Here’s the news, we are at the beginning of a moment in history when there will be more older people in the world than at any other time. This is necessarily going to reshape the way we work and the workforce, yet there is little understanding of how to tackle the pervasive issue of negative stereotypes of older workers.
Everyday language is one of the principal ways in which ageing stereotypes and discrimination are perpetuated. For example, the ‘joke’, that many older people themselves perpetuate, is having a ‘senior’ moment when you lose something. Yet as Ashton Applewhite suggests in her TED talk, we lost things all the time when we were young but we didn’t call them a ‘junior’ moment! It just goes to show how stereotypes become embedded and then operate in ways that make biases invisible.
Interestingly, some commentators are suggesting the word Senior has had its day. How is that if you are a senior consultant or executive you are imbued with authority, but when you are a senior citizen you suddenly have less visibility and are prone to assumptions about being less technologically savvy or less competent. Senior, for most people, generally means someone a lot more senior than me! According to some research (see page 36) senior citizen is actually offensive to people 55 and over.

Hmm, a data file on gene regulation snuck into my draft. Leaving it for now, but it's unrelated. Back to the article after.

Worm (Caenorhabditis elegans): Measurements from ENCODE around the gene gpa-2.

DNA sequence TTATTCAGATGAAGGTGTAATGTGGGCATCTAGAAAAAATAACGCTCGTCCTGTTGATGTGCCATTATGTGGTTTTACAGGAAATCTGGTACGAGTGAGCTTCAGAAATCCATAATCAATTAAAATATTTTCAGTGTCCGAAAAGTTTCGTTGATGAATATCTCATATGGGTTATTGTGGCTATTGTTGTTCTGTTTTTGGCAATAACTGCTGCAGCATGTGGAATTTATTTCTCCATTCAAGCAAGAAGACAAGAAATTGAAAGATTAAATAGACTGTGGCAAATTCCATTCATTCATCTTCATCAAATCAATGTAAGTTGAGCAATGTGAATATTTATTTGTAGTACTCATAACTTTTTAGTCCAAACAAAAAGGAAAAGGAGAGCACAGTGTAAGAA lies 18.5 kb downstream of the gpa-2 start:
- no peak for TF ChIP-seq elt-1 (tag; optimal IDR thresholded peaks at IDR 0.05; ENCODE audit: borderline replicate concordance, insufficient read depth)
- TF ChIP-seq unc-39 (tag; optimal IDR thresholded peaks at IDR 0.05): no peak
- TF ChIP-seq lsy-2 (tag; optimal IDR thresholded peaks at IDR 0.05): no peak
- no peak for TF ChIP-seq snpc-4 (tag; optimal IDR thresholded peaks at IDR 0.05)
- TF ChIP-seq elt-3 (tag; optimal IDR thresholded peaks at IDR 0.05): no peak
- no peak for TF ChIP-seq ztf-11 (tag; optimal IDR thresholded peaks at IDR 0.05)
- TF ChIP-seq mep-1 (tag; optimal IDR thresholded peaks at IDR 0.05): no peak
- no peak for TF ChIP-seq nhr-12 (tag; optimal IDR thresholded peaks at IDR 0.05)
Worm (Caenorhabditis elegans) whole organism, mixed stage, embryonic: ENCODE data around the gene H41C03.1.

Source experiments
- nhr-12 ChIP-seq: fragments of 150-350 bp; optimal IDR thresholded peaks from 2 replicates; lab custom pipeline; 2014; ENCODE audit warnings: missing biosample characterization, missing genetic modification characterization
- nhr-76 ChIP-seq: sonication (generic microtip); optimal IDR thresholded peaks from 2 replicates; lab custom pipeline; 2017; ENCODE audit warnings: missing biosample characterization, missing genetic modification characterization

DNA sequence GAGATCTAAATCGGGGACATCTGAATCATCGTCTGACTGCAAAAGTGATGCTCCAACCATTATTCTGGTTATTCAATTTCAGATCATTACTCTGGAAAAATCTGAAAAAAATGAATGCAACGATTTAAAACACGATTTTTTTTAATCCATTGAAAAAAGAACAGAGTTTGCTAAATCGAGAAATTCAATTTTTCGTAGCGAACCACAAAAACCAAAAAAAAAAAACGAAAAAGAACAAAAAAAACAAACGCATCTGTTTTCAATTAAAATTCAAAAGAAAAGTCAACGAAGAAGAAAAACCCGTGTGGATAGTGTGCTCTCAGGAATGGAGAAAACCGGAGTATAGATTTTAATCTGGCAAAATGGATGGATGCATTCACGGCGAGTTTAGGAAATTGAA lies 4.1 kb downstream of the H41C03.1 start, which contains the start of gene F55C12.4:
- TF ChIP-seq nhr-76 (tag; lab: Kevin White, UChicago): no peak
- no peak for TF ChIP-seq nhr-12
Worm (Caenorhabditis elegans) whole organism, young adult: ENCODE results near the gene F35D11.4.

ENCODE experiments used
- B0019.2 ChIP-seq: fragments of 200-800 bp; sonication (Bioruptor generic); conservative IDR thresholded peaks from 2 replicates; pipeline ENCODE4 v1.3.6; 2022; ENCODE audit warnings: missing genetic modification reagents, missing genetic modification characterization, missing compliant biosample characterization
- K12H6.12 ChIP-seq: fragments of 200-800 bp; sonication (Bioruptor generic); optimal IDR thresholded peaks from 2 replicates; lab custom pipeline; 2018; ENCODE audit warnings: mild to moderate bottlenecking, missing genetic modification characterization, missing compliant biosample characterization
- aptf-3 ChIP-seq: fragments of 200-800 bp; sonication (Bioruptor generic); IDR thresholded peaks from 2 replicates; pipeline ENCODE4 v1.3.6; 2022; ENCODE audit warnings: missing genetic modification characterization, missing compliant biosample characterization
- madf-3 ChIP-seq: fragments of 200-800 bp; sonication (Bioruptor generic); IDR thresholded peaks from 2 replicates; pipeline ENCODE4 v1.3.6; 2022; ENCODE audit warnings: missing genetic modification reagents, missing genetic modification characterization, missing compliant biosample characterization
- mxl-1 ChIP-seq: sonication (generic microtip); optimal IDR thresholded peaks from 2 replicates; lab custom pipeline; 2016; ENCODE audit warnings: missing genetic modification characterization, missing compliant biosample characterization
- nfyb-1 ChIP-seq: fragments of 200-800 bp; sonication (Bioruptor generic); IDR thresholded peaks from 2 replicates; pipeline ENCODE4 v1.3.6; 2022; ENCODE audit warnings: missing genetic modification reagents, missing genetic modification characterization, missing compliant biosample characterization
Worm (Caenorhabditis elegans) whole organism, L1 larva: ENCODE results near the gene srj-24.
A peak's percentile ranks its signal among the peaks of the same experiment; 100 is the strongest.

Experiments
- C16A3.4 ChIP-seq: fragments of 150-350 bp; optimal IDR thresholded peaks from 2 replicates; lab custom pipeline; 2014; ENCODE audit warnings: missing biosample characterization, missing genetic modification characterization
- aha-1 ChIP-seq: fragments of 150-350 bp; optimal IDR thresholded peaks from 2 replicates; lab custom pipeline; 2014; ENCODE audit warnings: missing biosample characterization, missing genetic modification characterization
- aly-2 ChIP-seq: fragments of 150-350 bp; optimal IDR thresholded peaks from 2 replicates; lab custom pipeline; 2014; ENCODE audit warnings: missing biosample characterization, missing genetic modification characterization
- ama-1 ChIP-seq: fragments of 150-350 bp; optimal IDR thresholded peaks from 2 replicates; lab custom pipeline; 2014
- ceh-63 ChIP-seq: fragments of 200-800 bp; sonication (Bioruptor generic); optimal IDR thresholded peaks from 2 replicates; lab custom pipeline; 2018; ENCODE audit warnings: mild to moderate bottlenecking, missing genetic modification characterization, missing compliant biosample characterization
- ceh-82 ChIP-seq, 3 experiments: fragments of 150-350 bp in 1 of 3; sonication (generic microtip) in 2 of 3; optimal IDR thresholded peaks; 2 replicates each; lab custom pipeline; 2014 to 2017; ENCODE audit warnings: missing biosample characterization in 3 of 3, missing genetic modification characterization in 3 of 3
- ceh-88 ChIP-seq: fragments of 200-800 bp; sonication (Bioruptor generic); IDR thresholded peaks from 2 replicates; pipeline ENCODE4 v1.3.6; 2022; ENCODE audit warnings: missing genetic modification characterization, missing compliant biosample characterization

With this in mind you may wonder why we use the word SeniorPreneur. To be honest, we don’t like it. A SeniorPreneur is not actually any different from any other entrepreneur, it’s actually ageist to assume that they are ‘unusual’ given that the average age of a successful start-up founder is 45. Yet we also recognize this demographic face particular biases which can impact on their ability to successfully establish a business and we want to address this. For the most part, we use words such as 45+, experienced professionals and older workers to describe our target audience but we advocate for the irrelevance of age in the workplace. What matters is having the necessary skills and experience for the job or to run a business.
Older workers have reported ageist language such as “too long in the workplace”, being “over the hill” and “dead wood” as well as comments like needing to “bring in the young guns”. Recruitment advertisements can also imply ageism. For example, asking for someone with “five to seven years’ experience” or “energetic person sought for young company”. The commonly used “Cultural fit” can often mask discrimination.
Becoming more aware of language is critical to changing attitudes and perceptions of employers and society in general. Many people are trying to find words which challenge traditional notions of age in the workplace such as mature workers or veteran employees, others think we should just move away from thinking about age as chronological, rather we should see it as individual as everyone experiences aging differently.
What do you think? Make a comment below
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